Agri Leader

Hard-working butterflies earn their colors

Who doesn't love watching the wondrous wings of a butterfly as it gracefully flutters by? Their wing colors, bright yellows, fresh oranges, cool blues and rich greens, are a vivid contrast to their soft manner of flight. Gardeners especially delight in the butterfly's presence as a butterfly does a lot more than just provide beauty and serenity. These, what some call "living flowers," are actually hard-working insects that help pollinate flowering plants, fruits and vegetables. There are a few ways to attract more butterflies into one's garden. First, by choosing to implement plants that butterflies are attracted to and, secondly, to choose plants that make it tempting for them to hang around in the garden awhile longer. "Color seems to attract them," said Barb Feinberg, volunteer curator of the Butterfly Garden, a 3,000 square foot space with winding walkways at Marie Selby Botanical Gardens in Sarasota. "They appear to be more attracted to patches of color rather than to a single flower as there is more nectar in one place," added Feinberg who explained that April through October are the best time of year to see butterflies.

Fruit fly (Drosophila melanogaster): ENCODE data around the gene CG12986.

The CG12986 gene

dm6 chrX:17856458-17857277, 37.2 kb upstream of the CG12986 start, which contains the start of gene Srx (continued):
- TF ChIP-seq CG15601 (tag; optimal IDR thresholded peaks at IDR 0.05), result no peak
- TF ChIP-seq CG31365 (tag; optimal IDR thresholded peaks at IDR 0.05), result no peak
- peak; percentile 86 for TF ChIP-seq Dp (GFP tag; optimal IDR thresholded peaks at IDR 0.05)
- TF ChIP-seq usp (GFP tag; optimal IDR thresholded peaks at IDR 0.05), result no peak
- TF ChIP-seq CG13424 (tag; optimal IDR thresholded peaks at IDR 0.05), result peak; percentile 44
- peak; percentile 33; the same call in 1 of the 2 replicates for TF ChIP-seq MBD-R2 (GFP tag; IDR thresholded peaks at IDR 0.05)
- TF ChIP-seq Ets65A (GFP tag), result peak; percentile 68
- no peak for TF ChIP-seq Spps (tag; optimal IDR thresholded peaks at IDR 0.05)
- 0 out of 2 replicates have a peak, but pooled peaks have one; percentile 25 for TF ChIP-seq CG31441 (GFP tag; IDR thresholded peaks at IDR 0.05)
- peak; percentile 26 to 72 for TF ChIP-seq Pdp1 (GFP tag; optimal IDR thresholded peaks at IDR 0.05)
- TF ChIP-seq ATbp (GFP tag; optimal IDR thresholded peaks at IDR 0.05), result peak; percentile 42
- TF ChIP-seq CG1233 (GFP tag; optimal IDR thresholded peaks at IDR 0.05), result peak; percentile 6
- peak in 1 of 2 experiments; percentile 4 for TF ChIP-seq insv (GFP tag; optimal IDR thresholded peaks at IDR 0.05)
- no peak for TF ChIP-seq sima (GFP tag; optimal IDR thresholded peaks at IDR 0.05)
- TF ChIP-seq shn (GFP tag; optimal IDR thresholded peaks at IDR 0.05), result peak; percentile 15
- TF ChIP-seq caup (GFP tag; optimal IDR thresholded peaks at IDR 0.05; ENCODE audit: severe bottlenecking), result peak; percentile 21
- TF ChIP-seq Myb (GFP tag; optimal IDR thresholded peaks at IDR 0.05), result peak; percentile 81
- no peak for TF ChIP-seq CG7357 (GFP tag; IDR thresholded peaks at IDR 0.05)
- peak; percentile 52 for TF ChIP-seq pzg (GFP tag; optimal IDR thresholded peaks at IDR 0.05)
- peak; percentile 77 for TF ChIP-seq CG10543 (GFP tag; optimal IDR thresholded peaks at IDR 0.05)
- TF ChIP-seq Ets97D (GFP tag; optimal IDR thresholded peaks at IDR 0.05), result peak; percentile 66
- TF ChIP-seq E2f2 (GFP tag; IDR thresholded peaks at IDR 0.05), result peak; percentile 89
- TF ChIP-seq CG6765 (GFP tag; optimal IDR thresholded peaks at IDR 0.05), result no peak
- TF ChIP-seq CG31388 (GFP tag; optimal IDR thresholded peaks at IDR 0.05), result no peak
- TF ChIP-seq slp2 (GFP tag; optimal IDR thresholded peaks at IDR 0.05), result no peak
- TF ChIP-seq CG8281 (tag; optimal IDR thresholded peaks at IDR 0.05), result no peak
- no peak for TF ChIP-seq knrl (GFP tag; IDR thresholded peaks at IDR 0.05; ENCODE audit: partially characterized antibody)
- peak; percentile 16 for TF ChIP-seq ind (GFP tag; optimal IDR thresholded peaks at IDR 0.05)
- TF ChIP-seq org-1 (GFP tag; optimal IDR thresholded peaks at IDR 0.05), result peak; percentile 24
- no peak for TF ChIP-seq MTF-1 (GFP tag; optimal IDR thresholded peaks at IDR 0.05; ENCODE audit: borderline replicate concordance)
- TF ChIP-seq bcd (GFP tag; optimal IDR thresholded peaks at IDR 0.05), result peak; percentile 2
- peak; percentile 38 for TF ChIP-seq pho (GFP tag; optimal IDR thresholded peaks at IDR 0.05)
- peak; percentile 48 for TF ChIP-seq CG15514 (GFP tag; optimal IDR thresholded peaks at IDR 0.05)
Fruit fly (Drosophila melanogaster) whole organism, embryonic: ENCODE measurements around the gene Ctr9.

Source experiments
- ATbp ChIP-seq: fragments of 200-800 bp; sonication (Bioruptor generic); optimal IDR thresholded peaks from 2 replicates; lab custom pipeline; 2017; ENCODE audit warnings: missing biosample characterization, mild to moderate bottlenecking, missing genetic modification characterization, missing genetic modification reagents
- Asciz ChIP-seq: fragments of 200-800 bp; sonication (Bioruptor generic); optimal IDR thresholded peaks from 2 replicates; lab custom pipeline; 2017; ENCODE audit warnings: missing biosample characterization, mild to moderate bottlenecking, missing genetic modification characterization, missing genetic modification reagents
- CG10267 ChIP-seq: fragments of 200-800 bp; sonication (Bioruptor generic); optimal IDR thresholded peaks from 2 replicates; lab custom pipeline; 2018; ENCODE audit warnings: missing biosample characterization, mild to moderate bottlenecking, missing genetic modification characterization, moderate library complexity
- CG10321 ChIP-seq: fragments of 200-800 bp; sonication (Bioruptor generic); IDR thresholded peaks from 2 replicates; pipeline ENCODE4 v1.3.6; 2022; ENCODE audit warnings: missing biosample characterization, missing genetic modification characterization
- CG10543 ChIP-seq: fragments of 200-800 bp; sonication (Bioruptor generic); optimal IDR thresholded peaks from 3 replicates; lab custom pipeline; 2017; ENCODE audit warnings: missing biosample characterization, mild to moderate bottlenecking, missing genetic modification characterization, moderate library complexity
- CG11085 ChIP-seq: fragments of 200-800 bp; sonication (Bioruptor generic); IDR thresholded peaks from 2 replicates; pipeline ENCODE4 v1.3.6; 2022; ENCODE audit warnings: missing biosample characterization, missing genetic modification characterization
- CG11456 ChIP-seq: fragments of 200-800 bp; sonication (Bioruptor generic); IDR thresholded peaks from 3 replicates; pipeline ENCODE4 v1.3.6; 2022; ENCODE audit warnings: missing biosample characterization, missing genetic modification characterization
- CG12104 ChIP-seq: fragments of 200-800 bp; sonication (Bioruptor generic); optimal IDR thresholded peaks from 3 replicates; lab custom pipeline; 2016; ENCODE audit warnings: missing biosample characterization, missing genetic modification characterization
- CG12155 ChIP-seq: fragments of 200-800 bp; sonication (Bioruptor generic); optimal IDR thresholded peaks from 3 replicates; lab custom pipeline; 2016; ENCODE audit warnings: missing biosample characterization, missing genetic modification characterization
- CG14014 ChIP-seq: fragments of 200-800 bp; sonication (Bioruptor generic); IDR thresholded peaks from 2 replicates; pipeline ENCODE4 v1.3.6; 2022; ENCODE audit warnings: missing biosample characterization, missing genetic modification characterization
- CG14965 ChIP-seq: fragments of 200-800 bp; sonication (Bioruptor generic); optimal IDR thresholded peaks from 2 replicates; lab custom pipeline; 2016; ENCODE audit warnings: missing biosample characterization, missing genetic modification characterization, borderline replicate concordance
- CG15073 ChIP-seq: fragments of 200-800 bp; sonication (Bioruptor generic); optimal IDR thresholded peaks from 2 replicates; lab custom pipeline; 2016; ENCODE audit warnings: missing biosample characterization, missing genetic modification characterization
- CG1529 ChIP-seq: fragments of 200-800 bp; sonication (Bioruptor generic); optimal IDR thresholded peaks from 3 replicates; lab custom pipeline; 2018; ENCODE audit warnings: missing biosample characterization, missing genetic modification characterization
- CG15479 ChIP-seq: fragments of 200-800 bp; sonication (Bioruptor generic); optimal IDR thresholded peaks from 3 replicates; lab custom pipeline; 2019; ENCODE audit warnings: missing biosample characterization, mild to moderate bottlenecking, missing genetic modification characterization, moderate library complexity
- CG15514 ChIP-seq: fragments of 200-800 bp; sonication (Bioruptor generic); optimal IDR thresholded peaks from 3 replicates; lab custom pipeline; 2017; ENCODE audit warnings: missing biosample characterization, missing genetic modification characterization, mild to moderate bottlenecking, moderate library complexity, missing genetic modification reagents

While colorful plants attract, what will keep butterflies coming back is by providing plants that can offer food for their caterpillars. These types of plants tend to be less showy, but still bring in the butterflies. "Although milkweed and passion vine have pretty flowers, others to consider are parsley, dill, fennel," said Feinberg who explains that these last three mentions will feed black swallowtails. The types of plants one does plant makes a difference as to what types of butterflies one will attract to their garden. For example, milkweed attracts monarchs and queens, passion vine attracts gulf fritillaries and zebra longwings, while plumbago attracts cassius blues. Feinberg suggested to check locally to see what kind of butterflies occur in one's area and then plant the foods their particular caterpillars need. (UF Extension would be a good resource.) "Most likely you won't be able to attract butterflies that don't occur naturally, which means no blue morphos," said Feinberg. Common species found in Florida include the zebra longwing, our state butterfly, along with the gulf fritillary, cloudless sulphur, palamedes swallowtail, ceraunaus blue and long-tailed skipper. On any given day at the butterfly garden, a variety of these showy insects are fluttering by the brightly-colored annuals, perennials, vines and herbs that set the beautiful backdrop. The variety one might see includes a selection of monarchs, queens, white peacocks, orange-barred sulfurs, great southern whites, gulf fritillaries, zebra longwings, cassius blues, painted ladies, red admirals, eastern black swallowtails, giant swallowtails, along with an occasional pipevine swallowtail or viceroy. However, the list is too numerous to name. Over at the Butterfly Rainforest in Gainesville is a 6,400-square-foot screened exhibit where one can enjoy seeing 60 to 80 different butterfly and moth species, such as autumn leaf, tree nymph, banded peacock, blue morpho, golden birdwing, owl butterfly, and African moon moths. At any given time, there are a total of around 1,000 butterflies on display; however, the types vary depending on the season. According to Jaret C. Daniels, assistant director of Exhibits and Public Programs, Florida Museum of Natural History, "A few plants to consider to attract butterflies include: Firebush, Purple Passionflower, Snow Squareste, Ironweed, Partridge Pea, Tampa Vervain, and Climbing Aster." Daniels has also authored several books about butterflies, wildflowers and butterfly gardening and is also an associate curator of lepidoptera and associate professor of entomology, UF. Daniels suggests including a diversity of flower colors and shapes, and to plant in groupings as butterflies and other pollinators are often more attracted to waves or masses of color. "Also, include larval host plants and native plants," said Daniels, who explained that one should start with nectar plants first, then buy a good field guide to help learn the butterflies found in your yard, and, lastly, include larval host plants for the species common in your landscape. The majority of larval host plants are natives, "Also, be sure to pick the right plant for the right place, and avoid or limit pesticides," said Daniels. Planting the right plant in the right place means, for example, that shade plants get planted in shady areas, while plants that can tolerate sun get planted in the sunnier areas. Daniels explained that beyond the butterfly's capacity to pollinate, they help in many other ways. "They are extremely charismatic and can help garner public interest and awareness of conservation and other important environmental issues and other wildlife," said Daniels, who further explained that they are great to use to get children interested in nature and science. Butterflies are also strong environmental indicators. As butterflies feed on plants and go through their life cycles quickly, they can react to changes in the environment quickly and thus have been used by researchers to help evaluate climate change, habitat loss and alteration, and even restoration efforts. So as you behold the beautiful butterfly, remember that they too are busy as a bee. If you go: Butterfly Rainforest Florida Museum of Natural History Florida Museum Exhibits, Powell Hall, Gainesville 352-846-2000 Marie Selby Botanical Gardens 811 S Palm Ave, Sarasota (941) 366-5731